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FREESTYLE LIBRE ON SALE!!!!

Discussion in 'Blood Glucose Monitoring' started by Emmotha, Oct 16, 2014.

  1. NikiMilligan

    NikiMilligan Type 2 · Active Member

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    Worth trying - you may be one of the lucky ones!

    If nothing else it's a worthwhile experiment to see how you are really reacting to food - you can see all those dips and troughs for appropriate finger pricking instead of the 2 hour guesstimate.

    You are hereby authorised to have a pizza or curry with the trimmings just to view the stunning BG rollercoaster on a Libre!
     
  2. Dan6

    Dan6 Type 1 · Well-Known Member

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    I do like a rollercoaster! Are you paying though as i will be broke after purchasing!

    Usually with a takeaway i have an overnight hypo or im really high in the morning so if it solves that then im in!
     
  3. RogerRam

    RogerRam Type 1 · Active Member

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    Hi, we are retired to France now & I bought my kit over here. Get consistent next day delivery. Given that the reading is 15 minutes behind the 'now' blood-sugar I find them pretty accurate. My Accu-Chek Mobile gives mmol readings, but the readings from the French meter gives the 'continental' readings that I have to convert.

    However, I've switched to a Samsung Android system so I can use the LibreLink App that I adjust to give mmol readings. I am committed to using the system until something better comes along. Find it most useful to look for patterns & adjust food and insulin accordingly. Readings have been crazily high due to having a bad cold & not going out much BUT still found close-monitoring a lot easier without all the finger-pricking. Still blood-test before each of my 4 injections (NovoRaid & Glargine) to be on the safe side. As a matter of interest my 3 year licence expired early November & my new French Licence will be for life-good!
     
  4. NikiMilligan

    NikiMilligan Type 2 · Active Member

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    Yup paying :(

    Everyone has been told to give me fish for Christmas so I can get one in for dealing with first diabetic cold/flu and one just to play with for food testing!

    It's a bit of a sad world where you use all your Christmas pressies for learning to control your diabetes and save the NHS a fortune preventing complications.

    Even with the awful accuracy I've had it's been a worthwhile education tool. IMO NHS should fund a years worth post diagnosis and they'd save a fortune long term. It's what I'd really like - and need - but can't afford.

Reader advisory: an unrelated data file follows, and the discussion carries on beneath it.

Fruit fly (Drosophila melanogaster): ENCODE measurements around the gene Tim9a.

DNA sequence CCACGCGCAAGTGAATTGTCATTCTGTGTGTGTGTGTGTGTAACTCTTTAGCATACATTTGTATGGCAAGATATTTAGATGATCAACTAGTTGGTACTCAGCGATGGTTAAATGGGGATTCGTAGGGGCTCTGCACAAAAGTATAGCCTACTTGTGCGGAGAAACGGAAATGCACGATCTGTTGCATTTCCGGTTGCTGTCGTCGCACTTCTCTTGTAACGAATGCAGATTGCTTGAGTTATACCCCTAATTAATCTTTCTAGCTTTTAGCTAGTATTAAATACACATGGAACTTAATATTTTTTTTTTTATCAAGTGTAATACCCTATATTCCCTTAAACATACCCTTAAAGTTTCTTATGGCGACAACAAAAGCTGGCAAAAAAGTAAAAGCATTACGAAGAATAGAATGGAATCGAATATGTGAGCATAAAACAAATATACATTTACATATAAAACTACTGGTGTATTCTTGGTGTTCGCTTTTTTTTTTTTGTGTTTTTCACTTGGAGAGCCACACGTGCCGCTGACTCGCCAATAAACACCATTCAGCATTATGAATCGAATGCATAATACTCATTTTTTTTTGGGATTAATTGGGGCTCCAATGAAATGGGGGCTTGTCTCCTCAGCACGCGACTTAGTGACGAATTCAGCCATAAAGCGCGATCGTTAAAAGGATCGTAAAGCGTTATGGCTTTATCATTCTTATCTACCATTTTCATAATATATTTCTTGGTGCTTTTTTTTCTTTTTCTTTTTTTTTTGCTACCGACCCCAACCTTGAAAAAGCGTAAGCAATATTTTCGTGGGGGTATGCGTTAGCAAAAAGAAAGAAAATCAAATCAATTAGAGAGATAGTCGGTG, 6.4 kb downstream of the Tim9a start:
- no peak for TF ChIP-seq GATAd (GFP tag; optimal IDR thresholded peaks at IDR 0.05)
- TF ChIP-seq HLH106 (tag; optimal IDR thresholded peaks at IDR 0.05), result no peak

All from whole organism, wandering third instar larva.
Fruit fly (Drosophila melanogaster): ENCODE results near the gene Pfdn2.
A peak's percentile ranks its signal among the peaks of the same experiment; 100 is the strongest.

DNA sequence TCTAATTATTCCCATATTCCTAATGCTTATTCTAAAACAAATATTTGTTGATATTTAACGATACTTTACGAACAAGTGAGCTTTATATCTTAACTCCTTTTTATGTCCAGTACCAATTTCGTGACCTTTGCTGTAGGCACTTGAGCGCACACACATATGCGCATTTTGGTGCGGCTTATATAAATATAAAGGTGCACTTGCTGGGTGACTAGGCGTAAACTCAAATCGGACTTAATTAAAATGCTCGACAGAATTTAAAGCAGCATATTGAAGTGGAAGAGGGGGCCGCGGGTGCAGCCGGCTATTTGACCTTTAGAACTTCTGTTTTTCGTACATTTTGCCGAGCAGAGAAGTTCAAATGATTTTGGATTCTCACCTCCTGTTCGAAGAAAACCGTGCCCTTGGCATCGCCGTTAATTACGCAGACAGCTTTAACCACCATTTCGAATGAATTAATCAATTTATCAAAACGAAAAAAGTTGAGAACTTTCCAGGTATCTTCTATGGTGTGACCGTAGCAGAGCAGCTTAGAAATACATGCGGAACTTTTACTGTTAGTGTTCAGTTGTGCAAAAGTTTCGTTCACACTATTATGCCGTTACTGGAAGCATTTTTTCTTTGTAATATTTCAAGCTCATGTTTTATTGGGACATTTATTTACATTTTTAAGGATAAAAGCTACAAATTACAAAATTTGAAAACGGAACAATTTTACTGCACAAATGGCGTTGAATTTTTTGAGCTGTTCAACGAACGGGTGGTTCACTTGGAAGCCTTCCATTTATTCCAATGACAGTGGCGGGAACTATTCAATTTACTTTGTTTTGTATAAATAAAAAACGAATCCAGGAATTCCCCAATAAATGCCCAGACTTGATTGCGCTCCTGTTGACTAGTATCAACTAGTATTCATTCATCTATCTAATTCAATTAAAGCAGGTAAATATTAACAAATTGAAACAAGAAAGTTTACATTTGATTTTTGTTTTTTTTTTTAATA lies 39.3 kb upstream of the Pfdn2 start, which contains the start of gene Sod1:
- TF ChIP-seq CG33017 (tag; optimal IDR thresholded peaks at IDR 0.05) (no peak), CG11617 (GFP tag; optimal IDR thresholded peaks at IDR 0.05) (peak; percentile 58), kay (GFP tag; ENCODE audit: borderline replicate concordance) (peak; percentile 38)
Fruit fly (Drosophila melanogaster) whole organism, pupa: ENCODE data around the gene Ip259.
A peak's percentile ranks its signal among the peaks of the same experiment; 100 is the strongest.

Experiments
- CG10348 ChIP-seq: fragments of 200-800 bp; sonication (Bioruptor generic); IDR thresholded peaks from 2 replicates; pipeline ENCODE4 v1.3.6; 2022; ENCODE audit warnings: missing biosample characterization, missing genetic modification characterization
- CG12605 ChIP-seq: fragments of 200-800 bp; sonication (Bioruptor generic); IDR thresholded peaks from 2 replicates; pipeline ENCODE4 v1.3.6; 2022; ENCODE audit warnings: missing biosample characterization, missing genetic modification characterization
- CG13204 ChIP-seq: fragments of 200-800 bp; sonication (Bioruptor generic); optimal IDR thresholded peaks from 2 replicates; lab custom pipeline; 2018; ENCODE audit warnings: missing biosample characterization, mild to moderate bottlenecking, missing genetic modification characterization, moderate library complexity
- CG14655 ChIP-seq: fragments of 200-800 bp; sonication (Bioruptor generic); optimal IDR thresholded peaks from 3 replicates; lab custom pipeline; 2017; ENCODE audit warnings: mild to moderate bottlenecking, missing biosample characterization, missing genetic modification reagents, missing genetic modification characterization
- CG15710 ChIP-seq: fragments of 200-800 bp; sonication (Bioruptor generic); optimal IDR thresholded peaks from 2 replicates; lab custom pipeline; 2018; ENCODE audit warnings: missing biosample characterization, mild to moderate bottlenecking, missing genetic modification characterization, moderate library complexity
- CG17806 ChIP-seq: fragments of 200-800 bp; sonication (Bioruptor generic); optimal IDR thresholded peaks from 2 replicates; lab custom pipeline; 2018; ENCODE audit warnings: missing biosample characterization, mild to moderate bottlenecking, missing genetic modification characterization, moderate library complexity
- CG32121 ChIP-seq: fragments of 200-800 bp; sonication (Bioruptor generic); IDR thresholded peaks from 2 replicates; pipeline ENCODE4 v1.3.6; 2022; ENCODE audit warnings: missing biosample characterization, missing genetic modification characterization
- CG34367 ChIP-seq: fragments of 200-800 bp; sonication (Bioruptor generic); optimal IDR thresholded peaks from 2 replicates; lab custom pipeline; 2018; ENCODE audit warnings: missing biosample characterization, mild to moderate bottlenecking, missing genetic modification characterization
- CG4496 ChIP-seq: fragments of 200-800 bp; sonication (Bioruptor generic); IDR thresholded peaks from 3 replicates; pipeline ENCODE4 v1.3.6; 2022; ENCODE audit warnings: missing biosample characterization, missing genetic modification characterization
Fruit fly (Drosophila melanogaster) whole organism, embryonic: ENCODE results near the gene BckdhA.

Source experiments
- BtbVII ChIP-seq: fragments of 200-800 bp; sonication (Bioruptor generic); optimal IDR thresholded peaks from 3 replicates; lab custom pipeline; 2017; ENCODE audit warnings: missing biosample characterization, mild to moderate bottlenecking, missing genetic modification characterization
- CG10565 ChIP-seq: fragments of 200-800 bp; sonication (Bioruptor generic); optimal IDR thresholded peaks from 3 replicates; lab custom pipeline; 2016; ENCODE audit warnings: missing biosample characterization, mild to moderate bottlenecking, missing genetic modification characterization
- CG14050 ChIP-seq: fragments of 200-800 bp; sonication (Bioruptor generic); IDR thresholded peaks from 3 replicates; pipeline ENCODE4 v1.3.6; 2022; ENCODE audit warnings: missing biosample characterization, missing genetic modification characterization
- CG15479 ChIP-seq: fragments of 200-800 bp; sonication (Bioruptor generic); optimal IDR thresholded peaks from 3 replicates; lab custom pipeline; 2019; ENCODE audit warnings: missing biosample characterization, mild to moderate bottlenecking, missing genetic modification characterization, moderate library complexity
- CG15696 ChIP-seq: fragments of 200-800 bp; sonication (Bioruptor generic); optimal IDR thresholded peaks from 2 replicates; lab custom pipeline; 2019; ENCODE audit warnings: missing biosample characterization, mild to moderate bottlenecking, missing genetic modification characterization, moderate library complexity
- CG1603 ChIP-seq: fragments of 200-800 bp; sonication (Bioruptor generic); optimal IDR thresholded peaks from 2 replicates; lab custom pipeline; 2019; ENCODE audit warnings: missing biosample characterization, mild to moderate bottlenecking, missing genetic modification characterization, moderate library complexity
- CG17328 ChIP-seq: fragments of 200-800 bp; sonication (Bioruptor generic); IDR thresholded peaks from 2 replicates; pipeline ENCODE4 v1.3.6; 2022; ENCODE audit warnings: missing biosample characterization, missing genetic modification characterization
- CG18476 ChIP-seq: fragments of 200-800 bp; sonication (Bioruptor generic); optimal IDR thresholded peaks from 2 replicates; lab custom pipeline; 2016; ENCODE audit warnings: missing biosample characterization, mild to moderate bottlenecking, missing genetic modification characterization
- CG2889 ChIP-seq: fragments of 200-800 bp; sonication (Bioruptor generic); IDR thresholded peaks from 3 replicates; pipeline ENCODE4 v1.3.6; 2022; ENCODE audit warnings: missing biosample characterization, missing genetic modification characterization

5. donnellysdogs

    donnellysdogs Type 1 · Master

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    Libre currently doing a competition so one person only (!!!) can win a year of sensors. Wonder if the winner has to agree to advertising positively?

    Hope the winner will benefit!
     
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  6. AJKOK11

    AJKOK11 Type 1 · Member

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    Thought i should provide an update on the FreeStyle Libre. I fitted it last Friday and that night and all of saturday it was hugely out from my real readings. ( approx 3 mmol below). By Sunday it was getting close and by Sunday night it was close or matching allowing for a 15-30min delay.

    What i have found is that if i am busy and active it is very close and within 10 minutes of a finger prick score, if i am inactive then it is further behind. I have also seen ( not totally proven it yet) then when i was a bit dehydrated yesterday it was out, then after some water it got back in line.

    It's not perfect, but is actually now proving to be fairly consistent and close to my finger prick test and i am starting to develop confidence in the results being shown.
     
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  7. Antonm5012

    Antonm5012 Type 1 · Member

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    It is an old thread, nonetheless my reply might still be relevant to somebody.
    Two points:
    - do not swim on the same day you started the sensor (adhesive material takes some time to adhere properly, so it will hold much better the next day!)
    - I use something called "microporous tape", that looks like paper (from Boots) on top of the sensor.
    Sticks easy and stays for 2 weeks (sensor duration) withstanding regular exercises, intensive sweating, 6-8 swimming sessions (short though), shower, jacuzzi..

    After two weeks it looks worn but still holds.
    The only downside - it leave the glue residue when you peel it off and it is not easy to wash off. May need some scrubbing.
     
  8. Mclaren81

    Mclaren81 Type 1 · Member

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    Thanks everyone I have updated my profile
     
  9. nooneinparticular

    nooneinparticular Type 2 · Member

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    I have now finished my personal review whether to carry on using the libre having now used my tenth sensor. I had one faulty sensors and one faulty reader at start, two sensors developed a fault within days of attaching and two ripped from my arm after mere days even after putting it in an almost inaccessible place. That is a 30% fail rate and a further 20% none use problem; not great..